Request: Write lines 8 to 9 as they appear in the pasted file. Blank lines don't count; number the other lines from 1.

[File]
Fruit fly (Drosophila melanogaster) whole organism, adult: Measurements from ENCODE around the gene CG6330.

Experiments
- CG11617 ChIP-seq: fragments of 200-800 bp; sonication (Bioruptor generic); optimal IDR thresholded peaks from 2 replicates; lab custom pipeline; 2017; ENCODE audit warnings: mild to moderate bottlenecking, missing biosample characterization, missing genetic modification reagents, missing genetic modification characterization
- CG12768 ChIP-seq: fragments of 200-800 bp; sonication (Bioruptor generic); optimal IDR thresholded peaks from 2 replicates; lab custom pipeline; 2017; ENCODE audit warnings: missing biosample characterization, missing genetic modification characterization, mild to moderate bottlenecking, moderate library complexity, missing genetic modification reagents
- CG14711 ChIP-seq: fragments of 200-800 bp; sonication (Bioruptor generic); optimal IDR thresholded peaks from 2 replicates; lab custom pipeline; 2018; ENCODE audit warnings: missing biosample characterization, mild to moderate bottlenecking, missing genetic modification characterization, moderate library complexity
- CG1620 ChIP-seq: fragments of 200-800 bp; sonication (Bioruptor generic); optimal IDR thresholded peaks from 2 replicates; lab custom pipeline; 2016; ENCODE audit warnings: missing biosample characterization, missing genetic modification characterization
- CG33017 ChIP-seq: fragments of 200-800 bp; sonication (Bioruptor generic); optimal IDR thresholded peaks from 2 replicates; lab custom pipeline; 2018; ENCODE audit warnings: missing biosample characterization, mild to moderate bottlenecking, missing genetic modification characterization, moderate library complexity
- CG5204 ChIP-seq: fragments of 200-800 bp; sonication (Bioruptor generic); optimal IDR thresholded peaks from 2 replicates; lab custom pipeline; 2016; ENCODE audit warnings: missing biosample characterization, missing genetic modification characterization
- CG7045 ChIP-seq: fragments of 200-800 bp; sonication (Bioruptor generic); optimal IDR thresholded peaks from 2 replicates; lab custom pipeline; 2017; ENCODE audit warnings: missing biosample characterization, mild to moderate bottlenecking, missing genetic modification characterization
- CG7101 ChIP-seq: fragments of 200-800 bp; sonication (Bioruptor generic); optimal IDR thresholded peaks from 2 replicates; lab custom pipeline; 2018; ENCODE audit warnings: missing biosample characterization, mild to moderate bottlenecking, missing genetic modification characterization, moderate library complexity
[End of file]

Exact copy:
- CG5204 ChIP-seq: fragments of 200-800 bp; sonication (Bioruptor generic); optimal IDR thresholded peaks from 2 replicates; lab custom pipeline; 2016; ENCODE audit warnings: missing biosample characterization, missing genetic modification characterization
- CG7045 ChIP-seq: fragments of 200-800 bp; sonication (Bioruptor generic); optimal IDR thresholded peaks from 2 replicates; lab custom pipeline; 2017; ENCODE audit warnings: missing biosample characterization, mild to moderate bottlenecking, missing genetic modification characterization